Neither have been particularly prolific in the final third for Reading; they have one assist each, while Baker also netted a stunner to open the scoring in a 3-1 defeat at Hull City. However, I’d rather not put too much significance on these stats, as goals and assists aren’t really the bread and butter of deep-lying midfielders’ games. Either way, Pele is overall the more creative, making twice as many chances per game (pg) as Baker (0.8 to 0.4), while Baker shot much more frequently than Pele (1.2 pg to 0.3 pg).
Pele is the better passer over long range
This conclusion surprised me to be honest. I’d assumed that Baker would excel at all kinds of passing, particularly long range, but the stats suggest that’s not actually the case. In fact, Pele not only plays more accurate long passes per game than Baker (3.2 to 2.9), but also has a higher accuracy rate overall (53.3% to 48.3%).
The question though is how well Pele uses that effectiveness with long balls to actually influence a game. Baker was, by the eye test, good at spreading the play by pinging the ball out wide when there’s been a man free, but this season Reading seem to rely more on Swift and Adam to play that role in build-ups, particularly recently.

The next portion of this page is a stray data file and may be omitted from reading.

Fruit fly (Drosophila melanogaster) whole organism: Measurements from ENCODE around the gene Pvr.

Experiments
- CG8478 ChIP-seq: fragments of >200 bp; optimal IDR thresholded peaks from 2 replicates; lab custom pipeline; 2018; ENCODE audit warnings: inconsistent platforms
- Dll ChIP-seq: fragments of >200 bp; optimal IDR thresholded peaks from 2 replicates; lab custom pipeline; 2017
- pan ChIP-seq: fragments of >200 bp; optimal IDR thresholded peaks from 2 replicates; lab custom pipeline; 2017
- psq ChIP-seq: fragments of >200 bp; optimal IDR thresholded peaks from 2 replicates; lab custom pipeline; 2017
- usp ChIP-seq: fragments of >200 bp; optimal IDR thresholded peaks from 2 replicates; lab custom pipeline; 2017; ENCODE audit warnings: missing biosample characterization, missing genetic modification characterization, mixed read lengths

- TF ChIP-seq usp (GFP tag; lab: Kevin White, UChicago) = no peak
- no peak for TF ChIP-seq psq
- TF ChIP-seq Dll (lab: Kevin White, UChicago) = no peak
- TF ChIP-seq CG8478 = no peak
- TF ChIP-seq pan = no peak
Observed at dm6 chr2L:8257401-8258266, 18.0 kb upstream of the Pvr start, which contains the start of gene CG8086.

However, Baker’s general passing stats are much better than Pele’s as he averaged significantly more passes per game than Pele (44 to 36.2) and with a better success rate (85.3% to 79.9%). That’s because Baker comes into his own over short range, playing many more close-range passes (34.6 to 25.7) and, again, with a much better success rate (91% to 85%).
Of course, we can’t really discuss these stats without giving them their proper tactical context. Gomes often wanted Reading to control possession - allowing Baker to play lots of short, accurate, simple passes - while Bowen in contrast has been noticeably more direct. But that’s not the whole story. Gomes made Reading more of a counter-attacking side from late February 2019 onwards, and Bowen has at times embraced a more possession-based team.
Properly examining that tactical context might therefore not be an exact science, but for me that grey area leaves enough wiggle room for us to compare Pele and Baker. Both have had to adapt to different tactical requirements - although admittedly to varying degrees.
Pele does indeed have the edge defensively
Each of them have their own strengths when it comes to passing ability, and there would appear to be a fair amount of parity defensively too. Pele has the edge on Baker in three areas: tackling (1.6 pg to 1.3), interceptions (0.9 to 0.7) and how often he’s dribbled past by an opposition player (0.5 to 1.1). Baker on the other hand pips Pele when it comes to two sides of his defensive game: clearances (1.6 to 1.4) and blocks (0.6 to 0.2).